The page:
In the years after the christianization of Norway, from the year 1000 and onwards, approximately 1000 stave churces were built in Norway. These were built throughout the Middle Ages until 1537, then as Catholic churches.
Ringebu Stave Church was built around 1220 and is one of 28 remaining stave churches in Norway. In 1630, after the Lutheran Reformation, the church was rebuilt. The special red tower was completed in 1631. During the rebuilding the old transept, gallery and apse were removed. The ceiling was also lowered. The church was painted for the first time in 1717 and was at one point completely white. In 1921 the church was renovated and the original colors were brought back
During archeaological excavations in the period 1980-81 many remnants were found, especially many Norwegian and English coins from the Middle Ages. The excavations also showed that the stave church was built upon the same land as another church stood during the 12th century. Remnants of coffins also showed that several people were buried beneath the church, among others Baroness Sophie Amalie Rosenkrantz from the Barony of Rosendal and the German Lieutenant Colonel Poul Friedrich Von Dresky from Opland Regiment.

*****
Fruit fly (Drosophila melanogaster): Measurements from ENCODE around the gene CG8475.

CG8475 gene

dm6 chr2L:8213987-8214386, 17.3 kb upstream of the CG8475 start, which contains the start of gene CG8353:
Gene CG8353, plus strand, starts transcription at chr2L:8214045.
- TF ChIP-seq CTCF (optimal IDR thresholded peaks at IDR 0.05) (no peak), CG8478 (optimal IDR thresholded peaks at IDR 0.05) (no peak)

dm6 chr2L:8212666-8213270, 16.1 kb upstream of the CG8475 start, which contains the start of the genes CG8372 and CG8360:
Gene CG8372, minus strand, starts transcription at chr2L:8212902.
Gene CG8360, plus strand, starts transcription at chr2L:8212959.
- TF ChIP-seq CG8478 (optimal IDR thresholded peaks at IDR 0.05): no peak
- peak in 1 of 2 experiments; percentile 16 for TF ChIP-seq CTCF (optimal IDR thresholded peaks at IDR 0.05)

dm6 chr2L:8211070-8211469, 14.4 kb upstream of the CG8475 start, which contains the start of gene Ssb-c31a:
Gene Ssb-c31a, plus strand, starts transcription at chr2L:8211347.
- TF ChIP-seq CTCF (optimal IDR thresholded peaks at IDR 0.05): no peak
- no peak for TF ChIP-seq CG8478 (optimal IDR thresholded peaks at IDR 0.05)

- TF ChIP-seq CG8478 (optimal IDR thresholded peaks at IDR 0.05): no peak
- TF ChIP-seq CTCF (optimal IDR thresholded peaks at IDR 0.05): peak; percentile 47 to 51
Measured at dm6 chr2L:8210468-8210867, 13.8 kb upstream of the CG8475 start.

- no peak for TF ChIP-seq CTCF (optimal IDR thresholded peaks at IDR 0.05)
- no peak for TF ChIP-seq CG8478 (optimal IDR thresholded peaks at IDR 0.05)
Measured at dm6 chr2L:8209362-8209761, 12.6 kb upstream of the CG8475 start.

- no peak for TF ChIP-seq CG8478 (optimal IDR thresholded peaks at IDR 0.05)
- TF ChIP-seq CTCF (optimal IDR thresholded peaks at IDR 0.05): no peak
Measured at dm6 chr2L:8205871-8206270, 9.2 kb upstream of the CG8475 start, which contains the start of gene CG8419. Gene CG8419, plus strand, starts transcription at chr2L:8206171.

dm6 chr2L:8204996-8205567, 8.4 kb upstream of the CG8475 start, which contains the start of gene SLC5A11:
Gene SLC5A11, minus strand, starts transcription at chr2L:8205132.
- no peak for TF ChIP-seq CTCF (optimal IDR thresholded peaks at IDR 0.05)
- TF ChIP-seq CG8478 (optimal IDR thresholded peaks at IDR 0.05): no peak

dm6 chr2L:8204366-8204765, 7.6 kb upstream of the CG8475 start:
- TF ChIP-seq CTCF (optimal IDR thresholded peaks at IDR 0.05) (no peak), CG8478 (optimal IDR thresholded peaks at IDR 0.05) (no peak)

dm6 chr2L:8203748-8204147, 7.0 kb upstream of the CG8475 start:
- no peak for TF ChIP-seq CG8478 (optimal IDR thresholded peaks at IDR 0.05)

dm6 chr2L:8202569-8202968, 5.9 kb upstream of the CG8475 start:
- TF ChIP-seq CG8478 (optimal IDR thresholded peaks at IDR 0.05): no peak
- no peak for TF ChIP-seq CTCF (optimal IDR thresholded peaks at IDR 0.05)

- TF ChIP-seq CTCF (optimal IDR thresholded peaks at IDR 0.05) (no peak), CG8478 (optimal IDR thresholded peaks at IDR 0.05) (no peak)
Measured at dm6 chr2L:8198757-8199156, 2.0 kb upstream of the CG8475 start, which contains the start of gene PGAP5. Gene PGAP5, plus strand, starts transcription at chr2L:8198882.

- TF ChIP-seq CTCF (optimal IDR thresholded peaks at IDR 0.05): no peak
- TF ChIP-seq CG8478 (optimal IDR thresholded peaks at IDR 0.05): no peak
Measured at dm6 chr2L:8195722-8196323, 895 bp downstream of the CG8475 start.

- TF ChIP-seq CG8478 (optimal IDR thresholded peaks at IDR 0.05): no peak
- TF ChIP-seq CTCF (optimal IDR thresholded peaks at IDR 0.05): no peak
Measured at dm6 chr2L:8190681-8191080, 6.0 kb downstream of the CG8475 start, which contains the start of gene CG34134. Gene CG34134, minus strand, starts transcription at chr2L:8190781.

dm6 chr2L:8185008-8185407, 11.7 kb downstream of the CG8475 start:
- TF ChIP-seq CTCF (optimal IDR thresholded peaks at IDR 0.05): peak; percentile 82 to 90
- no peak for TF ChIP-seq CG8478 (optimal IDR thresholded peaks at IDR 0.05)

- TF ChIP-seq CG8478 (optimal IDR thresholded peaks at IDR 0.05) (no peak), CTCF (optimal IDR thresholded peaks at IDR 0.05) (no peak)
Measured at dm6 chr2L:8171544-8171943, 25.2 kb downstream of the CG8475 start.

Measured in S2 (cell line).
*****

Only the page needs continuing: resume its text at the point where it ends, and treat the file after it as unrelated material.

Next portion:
Photo: Sean Hayford O'Leary / Wikimedia Commons / CC BY 2.0